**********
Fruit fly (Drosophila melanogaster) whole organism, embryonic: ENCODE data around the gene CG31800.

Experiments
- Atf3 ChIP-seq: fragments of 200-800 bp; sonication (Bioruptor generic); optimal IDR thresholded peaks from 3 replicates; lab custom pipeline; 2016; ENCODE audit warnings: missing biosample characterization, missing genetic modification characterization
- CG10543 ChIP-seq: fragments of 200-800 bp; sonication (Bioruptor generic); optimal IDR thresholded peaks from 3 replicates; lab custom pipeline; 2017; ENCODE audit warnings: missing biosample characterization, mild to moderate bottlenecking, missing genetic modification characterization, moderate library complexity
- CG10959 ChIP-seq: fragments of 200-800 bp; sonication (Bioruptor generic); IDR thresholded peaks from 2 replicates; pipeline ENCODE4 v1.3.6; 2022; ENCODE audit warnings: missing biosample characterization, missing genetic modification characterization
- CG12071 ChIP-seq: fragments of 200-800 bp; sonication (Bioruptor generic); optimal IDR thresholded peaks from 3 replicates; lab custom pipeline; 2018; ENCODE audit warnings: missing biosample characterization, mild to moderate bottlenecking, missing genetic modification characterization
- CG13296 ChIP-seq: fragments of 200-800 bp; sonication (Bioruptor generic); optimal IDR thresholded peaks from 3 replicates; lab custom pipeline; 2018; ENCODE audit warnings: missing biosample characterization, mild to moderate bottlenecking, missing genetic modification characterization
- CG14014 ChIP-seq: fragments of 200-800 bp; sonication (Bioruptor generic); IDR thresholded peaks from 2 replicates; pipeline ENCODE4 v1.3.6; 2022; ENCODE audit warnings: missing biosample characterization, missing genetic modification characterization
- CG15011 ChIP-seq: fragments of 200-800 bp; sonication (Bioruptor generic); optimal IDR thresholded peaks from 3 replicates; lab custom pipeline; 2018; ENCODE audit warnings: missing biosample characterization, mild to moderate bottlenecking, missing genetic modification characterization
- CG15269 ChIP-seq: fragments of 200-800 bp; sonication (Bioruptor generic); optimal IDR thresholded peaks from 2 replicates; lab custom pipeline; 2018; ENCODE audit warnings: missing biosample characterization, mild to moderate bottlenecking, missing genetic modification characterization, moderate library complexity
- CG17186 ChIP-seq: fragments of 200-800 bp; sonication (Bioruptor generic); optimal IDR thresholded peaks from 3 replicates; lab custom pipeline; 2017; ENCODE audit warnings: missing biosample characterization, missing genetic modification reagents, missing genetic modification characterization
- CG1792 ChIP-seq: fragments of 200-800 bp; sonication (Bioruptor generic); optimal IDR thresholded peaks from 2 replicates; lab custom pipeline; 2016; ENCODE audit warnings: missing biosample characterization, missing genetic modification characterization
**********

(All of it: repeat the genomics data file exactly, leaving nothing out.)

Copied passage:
Fruit fly (Drosophila melanogaster) whole organism, embryonic: ENCODE data around the gene CG31800.

Experiments
- Atf3 ChIP-seq: fragments of 200-800 bp; sonication (Bioruptor generic); optimal IDR thresholded peaks from 3 replicates; lab custom pipeline; 2016; ENCODE audit warnings: missing biosample characterization, missing genetic modification characterization
- CG10543 ChIP-seq: fragments of 200-800 bp; sonication (Bioruptor generic); optimal IDR thresholded peaks from 3 replicates; lab custom pipeline; 2017; ENCODE audit warnings: missing biosample characterization, mild to moderate bottlenecking, missing genetic modification characterization, moderate library complexity
- CG10959 ChIP-seq: fragments of 200-800 bp; sonication (Bioruptor generic); IDR thresholded peaks from 2 replicates; pipeline ENCODE4 v1.3.6; 2022; ENCODE audit warnings: missing biosample characterization, missing genetic modification characterization
- CG12071 ChIP-seq: fragments of 200-800 bp; sonication (Bioruptor generic); optimal IDR thresholded peaks from 3 replicates; lab custom pipeline; 2018; ENCODE audit warnings: missing biosample characterization, mild to moderate bottlenecking, missing genetic modification characterization
- CG13296 ChIP-seq: fragments of 200-800 bp; sonication (Bioruptor generic); optimal IDR thresholded peaks from 3 replicates; lab custom pipeline; 2018; ENCODE audit warnings: missing biosample characterization, mild to moderate bottlenecking, missing genetic modification characterization
- CG14014 ChIP-seq: fragments of 200-800 bp; sonication (Bioruptor generic); IDR thresholded peaks from 2 replicates; pipeline ENCODE4 v1.3.6; 2022; ENCODE audit warnings: missing biosample characterization, missing genetic modification characterization
- CG15011 ChIP-seq: fragments of 200-800 bp; sonication (Bioruptor generic); optimal IDR thresholded peaks from 3 replicates; lab custom pipeline; 2018; ENCODE audit warnings: missing biosample characterization, mild to moderate bottlenecking, missing genetic modification characterization
- CG15269 ChIP-seq: fragments of 200-800 bp; sonication (Bioruptor generic); optimal IDR thresholded peaks from 2 replicates; lab custom pipeline; 2018; ENCODE audit warnings: missing biosample characterization, mild to moderate bottlenecking, missing genetic modification characterization, moderate library complexity
- CG17186 ChIP-seq: fragments of 200-800 bp; sonication (Bioruptor generic); optimal IDR thresholded peaks from 3 replicates; lab custom pipeline; 2017; ENCODE audit warnings: missing biosample characterization, missing genetic modification reagents, missing genetic modification characterization
- CG1792 ChIP-seq: fragments of 200-800 bp; sonication (Bioruptor generic); optimal IDR thresholded peaks from 2 replicates; lab custom pipeline; 2016; ENCODE audit warnings: missing biosample characterization, missing genetic modification characterization